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Beware post-July 1 Virginia DWI trials – The ignition interlock looms ahead

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Fairfax DUI lawyer. Image from National Institute of Standards & Technology.

On March 2, 2012, I blogged that Virginia’s House of Delegates passed a Senate-passed bill mandating the ignition interlock for all people convicted of drunk driving, whereas beforehand those with first-time DWI convictions for a blood alcohol content under 0.15 did not face such a statutorily mandated draconian requirement. Of course, in short order, Governor McDonnell signed the bill into law five days later, on March 7.

July 1, 2012,  is the effective date of Virginia’s new ignition Interlock law, which is the regular effective date for new laws unless provided otherwise by legislation.

For any client convicted of DWI starting July 1, I will argue that the ignition interlock provision is a substantive penalty that can only be applied to those arrested on and after July 1. U.S. Const. art. 1, § 9 (“No Bill of Attainder or ex post facto Law shall be passed.”) However, at a Fairfax County bar continuing legal education program held yesterday, a Fairfax District Court judge indicated that the new Interlock provision will be treated as procedural, so will apply even to those arrested for DWI before July 1, 2012 but convicted after June 30.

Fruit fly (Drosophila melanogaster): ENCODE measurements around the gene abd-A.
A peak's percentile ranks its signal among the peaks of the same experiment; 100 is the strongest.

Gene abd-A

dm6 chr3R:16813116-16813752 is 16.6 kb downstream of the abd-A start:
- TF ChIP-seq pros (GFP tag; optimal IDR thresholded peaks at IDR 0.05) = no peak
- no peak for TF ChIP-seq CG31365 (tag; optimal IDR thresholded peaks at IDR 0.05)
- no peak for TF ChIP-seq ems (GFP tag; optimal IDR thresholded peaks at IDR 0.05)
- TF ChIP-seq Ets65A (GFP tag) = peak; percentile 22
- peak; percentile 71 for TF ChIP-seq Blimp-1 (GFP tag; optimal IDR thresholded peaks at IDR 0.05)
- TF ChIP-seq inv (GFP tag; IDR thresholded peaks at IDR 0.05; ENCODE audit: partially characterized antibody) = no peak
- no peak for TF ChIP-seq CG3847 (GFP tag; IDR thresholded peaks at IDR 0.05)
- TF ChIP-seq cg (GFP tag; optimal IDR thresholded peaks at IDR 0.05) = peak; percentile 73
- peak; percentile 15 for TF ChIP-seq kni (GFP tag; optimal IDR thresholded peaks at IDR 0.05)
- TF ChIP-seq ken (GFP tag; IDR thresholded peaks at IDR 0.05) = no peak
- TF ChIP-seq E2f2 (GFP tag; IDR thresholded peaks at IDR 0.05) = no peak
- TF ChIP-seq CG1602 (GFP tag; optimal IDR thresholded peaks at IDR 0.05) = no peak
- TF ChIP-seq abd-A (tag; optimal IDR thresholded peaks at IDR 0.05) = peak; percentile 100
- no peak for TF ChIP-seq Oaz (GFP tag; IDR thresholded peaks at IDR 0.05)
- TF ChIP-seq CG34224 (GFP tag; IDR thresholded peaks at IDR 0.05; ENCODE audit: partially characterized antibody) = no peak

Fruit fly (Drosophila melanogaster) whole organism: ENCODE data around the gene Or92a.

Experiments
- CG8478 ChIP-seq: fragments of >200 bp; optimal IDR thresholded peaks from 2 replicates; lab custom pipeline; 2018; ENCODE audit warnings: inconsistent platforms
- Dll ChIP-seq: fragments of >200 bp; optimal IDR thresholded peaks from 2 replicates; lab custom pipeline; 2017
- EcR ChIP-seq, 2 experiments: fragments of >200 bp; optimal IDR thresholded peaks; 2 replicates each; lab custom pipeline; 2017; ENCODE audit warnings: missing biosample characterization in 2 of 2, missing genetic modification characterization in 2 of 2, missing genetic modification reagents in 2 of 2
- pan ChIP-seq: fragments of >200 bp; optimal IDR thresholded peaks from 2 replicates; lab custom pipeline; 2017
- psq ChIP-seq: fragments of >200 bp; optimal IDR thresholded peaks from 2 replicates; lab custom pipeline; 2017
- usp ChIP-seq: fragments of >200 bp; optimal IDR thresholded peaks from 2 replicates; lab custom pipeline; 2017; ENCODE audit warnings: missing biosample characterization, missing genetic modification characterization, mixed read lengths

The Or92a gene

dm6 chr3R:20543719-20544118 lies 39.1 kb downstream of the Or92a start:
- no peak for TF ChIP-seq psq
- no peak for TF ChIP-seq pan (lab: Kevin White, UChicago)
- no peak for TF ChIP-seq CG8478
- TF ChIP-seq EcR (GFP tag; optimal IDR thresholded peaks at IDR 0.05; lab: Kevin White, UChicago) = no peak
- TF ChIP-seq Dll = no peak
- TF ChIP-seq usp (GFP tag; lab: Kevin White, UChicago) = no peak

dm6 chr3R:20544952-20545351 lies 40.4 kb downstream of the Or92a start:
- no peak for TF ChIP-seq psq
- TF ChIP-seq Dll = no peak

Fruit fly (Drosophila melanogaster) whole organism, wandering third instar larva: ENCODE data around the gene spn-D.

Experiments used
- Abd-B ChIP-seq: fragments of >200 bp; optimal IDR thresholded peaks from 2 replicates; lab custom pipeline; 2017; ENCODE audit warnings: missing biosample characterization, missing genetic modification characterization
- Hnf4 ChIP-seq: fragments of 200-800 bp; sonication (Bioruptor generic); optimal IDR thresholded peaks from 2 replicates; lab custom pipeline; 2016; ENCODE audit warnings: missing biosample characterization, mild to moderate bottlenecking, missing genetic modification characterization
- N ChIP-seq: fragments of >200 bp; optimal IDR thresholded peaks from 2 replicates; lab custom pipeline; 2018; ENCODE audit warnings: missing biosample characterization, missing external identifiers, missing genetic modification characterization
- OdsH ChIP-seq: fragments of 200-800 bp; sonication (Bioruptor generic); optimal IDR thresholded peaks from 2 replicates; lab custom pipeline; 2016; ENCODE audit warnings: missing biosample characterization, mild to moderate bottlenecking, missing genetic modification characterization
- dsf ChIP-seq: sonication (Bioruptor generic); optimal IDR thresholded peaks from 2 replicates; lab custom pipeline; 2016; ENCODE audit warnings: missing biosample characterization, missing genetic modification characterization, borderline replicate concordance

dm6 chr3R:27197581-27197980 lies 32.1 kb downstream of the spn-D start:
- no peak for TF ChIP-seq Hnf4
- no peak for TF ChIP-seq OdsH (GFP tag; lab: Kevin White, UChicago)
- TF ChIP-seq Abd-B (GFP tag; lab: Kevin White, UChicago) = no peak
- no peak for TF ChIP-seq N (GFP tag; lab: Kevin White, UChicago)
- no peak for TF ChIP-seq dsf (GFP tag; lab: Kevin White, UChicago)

Consequently, if you are arrested for DWI before July 1, 2012, do your damndest to hold your trial before July 1. Unfortunately, for those arrested on and after May 1, 2012, that will become harder in such counties as Arlington and Fairfax, where Arlington’s first post-arraignment court date is a pretrial date for receiving discovery and engaging in settlement negotiations, and where Fairfax General District Court judges ordinarily give an automatic first-time in-court continuance to either party. On the other hand, to avoid a post-June 30 conviction with a mandatory interlock, are we going to see pre-July 1 arrestees lining up to plead guilty before July 1 to avoid the Interlock? Beware taking any such action before discussing the tough implications of a Virginia DWI conviction with a competent attorney.

The new ignition interlock law does not state whether or not it only applies prospectively to those arrested on or after July 1, as opposed to applying to anyone convicted on or after July 1, even if arrested before July 1. Even when removing ex post facto concerns from the equation, critical Fifth/Fourteenth Amendment Due Process concerns hang in the balance over such matters as mandating the ignition interlock for pre-July 1 arrestees convicted after June 30 (1) whose conviction after June 30 only takes place because the prosecutor obtained a continuance over the defendant’s objection and (2) who are convicted of DWI in General District Court before June 30, but appeal to Circuit Court and get convicted de novo after June 30.

In any event, beware any Virginia trial judge who feels s/he is legally bound to order the ignition interlock for all post-June 30 DWI convictions on pre-July 1, 2012, arrests. This issue is big, unfortunately.